Keeping in mind that Mr. Dahl was 95 years old when he gave us this interview, I'd like reproduce it again here along with a request for prayers for the repose of the soul of this wonderful Catholic officer and gentleman. May he rest in peace. MJM
An Interview with a WWII Vet
I don’t think many Remnant readers would quibble over the claim that the world today is much different than it was 50 years ago. Everything has changed, in fact, and not for the better. Most of us are holding on to the old ways and old days by our fingertips, relying heavily on what we can remember from the past to see us through.
When it comes to the Catholic Faith, many of us may still be intellectually convinced, but does that mean we're truly keeping the faith? In the wake of the unprecedented crisis of Vatican II, it’s a struggle even for us middle agers.
And I can only imagine what it’s like for young folks who never knew the old Faith and who've been given stones for bread all their lives. They don’t even have Catholic memories to sustain them.
And those memories are key to survival.
We remember how it was, which is our greatest weapon against the Modernist facade that tries to tell us how it is.
It’s a bit hazy, but I remember the old priests, for example, from the old days.
I remember genuine and unaffected Catholic men. I remember how the parish house, or rectory, was located just a few feet from the church itself, and how Father was always there, working, praying, seeing to the needs of his flock.
He never punched out, rarely went on vacation (unless it was to visit his old mother somewhere) and was never seen wearing anything but his cassock, even when painting the church or hanging Christmas lights on the parish house.
Even as a child, it was such a comfort to know Father was there -- in his confessional, offering Mass, puttering away in his rectory all week long.
I remember the old Catholic people in the pews, too, again just barely—men with coke-bottle eyeglasses, suit jackets, ties and fedoras. They tended to smell like pipe tobacco and didn’t necessarily have the best teeth in the world (kids notice these things). They were the stalwart elders, the men who helped Father out, made chicken for the parish festivals, boiled the booya (whatever that strange lumpy reddish substance was), and took turns making sure the Blessed Sacrament was never alone during the Forty Hours. They didn't say much... they didn't have to.
I remember the old Catholic ladies too— big, loveable women who knew how to can and preserve everything under the sun. They tended to be a bit overweight, wore housecoats and aprons a lot, and generally let their hair go just as gray as it wanted. They smiled a lot and had rafts of grandkids.
In those pre-Internet days of pre-Novus, pre-cellphone, pre-conciliar bliss these were the “big people” we all knew and respected as kids. I don’t remember them dying, but like MacArthur’s “old soldiers” they just faded away -- along with the nuns and those guys riding shotgun on the backs of garbage trucks.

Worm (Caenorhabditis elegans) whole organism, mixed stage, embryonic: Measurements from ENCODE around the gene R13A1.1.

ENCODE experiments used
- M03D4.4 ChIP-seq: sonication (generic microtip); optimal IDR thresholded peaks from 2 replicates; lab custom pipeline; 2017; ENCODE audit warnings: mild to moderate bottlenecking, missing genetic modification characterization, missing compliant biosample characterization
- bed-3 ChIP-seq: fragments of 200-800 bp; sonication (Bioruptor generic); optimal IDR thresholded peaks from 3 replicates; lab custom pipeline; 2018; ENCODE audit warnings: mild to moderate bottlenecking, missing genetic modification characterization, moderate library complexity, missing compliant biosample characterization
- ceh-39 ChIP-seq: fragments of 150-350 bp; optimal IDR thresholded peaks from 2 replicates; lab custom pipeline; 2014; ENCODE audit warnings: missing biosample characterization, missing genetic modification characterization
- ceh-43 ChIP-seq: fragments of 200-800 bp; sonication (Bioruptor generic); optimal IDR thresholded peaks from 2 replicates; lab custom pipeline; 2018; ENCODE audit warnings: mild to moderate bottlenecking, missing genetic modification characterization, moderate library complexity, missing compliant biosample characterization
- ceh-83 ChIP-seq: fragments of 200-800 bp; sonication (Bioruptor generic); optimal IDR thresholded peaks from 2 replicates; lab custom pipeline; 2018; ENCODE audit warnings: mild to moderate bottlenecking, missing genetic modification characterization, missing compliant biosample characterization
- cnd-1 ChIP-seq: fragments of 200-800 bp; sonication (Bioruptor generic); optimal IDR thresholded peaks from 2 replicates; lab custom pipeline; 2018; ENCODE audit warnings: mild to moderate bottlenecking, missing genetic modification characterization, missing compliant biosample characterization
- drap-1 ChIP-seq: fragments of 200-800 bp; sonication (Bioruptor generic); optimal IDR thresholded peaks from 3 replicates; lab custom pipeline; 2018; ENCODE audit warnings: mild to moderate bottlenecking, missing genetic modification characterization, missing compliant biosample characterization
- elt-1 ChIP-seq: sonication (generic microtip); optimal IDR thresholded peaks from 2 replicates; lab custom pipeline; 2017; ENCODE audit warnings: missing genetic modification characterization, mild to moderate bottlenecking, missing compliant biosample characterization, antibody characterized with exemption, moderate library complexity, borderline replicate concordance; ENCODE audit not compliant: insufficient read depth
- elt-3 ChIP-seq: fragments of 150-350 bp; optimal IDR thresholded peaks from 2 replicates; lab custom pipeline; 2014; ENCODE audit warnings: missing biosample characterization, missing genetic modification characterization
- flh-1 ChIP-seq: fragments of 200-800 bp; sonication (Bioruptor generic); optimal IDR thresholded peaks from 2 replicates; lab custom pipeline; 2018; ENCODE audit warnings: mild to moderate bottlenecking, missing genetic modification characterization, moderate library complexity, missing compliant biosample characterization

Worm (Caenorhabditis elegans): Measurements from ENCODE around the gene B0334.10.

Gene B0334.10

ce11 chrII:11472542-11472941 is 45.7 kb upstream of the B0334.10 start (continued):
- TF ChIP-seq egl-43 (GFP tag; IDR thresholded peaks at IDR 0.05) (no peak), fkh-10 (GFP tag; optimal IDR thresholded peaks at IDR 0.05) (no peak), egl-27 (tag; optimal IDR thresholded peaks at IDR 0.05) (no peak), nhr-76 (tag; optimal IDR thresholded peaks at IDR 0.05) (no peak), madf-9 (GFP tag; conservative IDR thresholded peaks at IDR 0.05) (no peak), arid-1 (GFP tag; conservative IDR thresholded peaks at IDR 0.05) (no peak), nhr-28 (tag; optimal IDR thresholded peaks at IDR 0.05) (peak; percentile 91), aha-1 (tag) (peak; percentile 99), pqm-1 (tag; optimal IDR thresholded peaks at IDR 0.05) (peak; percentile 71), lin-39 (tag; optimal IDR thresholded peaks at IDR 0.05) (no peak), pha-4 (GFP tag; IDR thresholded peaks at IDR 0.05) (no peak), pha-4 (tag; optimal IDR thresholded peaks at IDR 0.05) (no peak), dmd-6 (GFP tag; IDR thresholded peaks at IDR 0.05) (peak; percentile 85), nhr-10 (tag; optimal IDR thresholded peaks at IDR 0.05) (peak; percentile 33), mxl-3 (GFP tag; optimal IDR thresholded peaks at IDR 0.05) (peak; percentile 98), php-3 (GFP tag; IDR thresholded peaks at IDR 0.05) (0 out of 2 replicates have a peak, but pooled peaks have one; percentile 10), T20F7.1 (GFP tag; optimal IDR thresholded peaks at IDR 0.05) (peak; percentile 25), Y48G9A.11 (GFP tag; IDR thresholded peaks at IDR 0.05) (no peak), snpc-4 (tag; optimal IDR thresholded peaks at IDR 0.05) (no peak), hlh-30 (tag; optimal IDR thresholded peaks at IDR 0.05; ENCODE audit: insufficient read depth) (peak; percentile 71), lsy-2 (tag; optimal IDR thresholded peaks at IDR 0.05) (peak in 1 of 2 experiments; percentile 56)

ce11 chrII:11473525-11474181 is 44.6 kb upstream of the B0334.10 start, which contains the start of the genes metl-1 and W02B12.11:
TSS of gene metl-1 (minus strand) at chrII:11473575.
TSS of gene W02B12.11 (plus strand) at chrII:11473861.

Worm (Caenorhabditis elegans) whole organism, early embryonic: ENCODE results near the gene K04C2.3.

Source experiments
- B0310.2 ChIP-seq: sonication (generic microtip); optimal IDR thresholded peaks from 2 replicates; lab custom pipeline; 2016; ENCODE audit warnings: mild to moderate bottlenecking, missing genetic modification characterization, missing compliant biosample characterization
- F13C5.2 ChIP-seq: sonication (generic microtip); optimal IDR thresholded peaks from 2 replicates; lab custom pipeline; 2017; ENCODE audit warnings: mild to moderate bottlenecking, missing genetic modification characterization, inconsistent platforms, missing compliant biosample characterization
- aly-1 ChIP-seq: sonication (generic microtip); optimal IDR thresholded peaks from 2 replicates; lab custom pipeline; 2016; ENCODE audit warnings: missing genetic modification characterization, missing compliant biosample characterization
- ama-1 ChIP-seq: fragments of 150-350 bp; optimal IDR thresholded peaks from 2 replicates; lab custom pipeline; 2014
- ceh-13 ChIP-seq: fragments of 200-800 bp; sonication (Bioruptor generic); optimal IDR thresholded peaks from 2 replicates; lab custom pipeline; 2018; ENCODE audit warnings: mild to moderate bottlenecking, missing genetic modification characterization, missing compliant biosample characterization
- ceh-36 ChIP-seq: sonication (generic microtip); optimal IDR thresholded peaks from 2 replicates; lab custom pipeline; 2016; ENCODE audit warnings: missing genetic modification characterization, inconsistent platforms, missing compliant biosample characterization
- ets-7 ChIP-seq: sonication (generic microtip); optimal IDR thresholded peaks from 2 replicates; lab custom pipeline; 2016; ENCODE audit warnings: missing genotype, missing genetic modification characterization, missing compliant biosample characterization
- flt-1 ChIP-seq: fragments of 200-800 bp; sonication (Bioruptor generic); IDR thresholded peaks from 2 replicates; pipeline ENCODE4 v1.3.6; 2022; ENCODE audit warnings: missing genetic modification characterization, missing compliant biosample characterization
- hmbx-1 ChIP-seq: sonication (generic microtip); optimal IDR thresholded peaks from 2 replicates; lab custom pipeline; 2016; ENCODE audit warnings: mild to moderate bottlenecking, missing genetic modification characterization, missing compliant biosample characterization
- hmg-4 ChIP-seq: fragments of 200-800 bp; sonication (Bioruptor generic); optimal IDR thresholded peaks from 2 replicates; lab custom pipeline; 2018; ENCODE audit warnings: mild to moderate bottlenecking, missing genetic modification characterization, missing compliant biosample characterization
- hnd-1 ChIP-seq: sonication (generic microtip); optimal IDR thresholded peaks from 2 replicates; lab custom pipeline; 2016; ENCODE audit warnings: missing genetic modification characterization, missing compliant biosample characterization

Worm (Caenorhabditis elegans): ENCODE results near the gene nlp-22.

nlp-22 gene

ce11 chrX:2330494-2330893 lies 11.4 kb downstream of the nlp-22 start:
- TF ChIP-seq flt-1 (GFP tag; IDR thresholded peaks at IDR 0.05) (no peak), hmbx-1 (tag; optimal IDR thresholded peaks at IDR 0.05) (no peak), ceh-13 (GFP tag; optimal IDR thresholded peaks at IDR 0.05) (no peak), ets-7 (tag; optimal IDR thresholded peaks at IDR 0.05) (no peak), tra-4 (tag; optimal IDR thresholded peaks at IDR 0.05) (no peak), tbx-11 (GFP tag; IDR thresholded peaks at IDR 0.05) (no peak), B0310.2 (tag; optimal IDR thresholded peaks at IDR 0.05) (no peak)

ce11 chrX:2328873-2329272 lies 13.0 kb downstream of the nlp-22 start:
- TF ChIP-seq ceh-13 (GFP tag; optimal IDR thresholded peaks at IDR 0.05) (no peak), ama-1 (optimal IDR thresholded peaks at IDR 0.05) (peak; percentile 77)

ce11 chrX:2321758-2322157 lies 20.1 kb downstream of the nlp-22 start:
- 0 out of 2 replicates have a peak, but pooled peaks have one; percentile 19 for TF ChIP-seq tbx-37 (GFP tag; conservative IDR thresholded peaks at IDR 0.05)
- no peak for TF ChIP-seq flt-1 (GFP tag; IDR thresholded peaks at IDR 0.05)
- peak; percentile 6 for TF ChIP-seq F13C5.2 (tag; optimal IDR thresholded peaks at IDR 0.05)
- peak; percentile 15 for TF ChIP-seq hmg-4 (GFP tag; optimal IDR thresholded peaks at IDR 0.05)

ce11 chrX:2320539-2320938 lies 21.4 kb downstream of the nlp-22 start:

And now nobody seems inclined to take their places anymore, unable to accept the very idea that growing old means growing wise. Everyone seems to want to stay a teenager forever. And it's sad.
For the 'old timers' of yesterday, being alive meant being Catholic. Praying was instinctive, practicing the Faith was as natural as breathing.
Here's a little secret: The Remnant managed to survive the past half-century largely because of these old-world Catholics—real people, who never gave up the faith and never went along with the newfangled nonsense of Vatican II.
One of the wonderful things about my job is that it provides me with the opportunity to stay in touch with a few of these Catholic “old timers”— to count them as my friends, in fact, and to make sure my own children get the opportunity to sit at their feet and listen to their stories. One of the great losses in our brave new world is the loss of any real sense of appreciation for the wisdom that comes with age. Ours is a world of suspended adolescence.
Special thanks to the “seasoned Catholics” who’ve kept the Faith and who've loyally stuck with The Remnant over the past fifty years. I’m proud if The Remnant still provides some small service for you after all these years.
Here's a little interview I was fortunate enough to get from one of the “old timers”—Mr. Robert Dahl, who at 95 years old, has been with The Remnant since the beginning. He served our country during World War II and our Church all the days of his life.
He is a gentleman of the old school, and a man I am proud to call my friend.
Michael Matt (MJM): Since I was a little boy, I remember hearing your name, most especially from my father, who spoke of you as a friend and ally well over a halfcentury ago. Exactly how far back do you go in the history of the traditional Catholic movement?
Robert Dahl (RD): How far back do I go? As a de facto lonely “nobody”, my interest and activity began in 1966.
MJM: What were your impressions, say, immediately after the Second Vatican Council? Was there ever a time when you thought the Council would be good for the Church? Or was it fairly clear from the get go that the Council represented revolution in the Church?
RD: Immediately after the Second Vatican Council my impressions were of suspicion that something destructive was in progress, with a break in Catholic orthodoxy---a covert Modernist revolution planned in wake of opportunities of misuse of the Council.
MJM: Can you tell me something about your first impressions of the New Mass?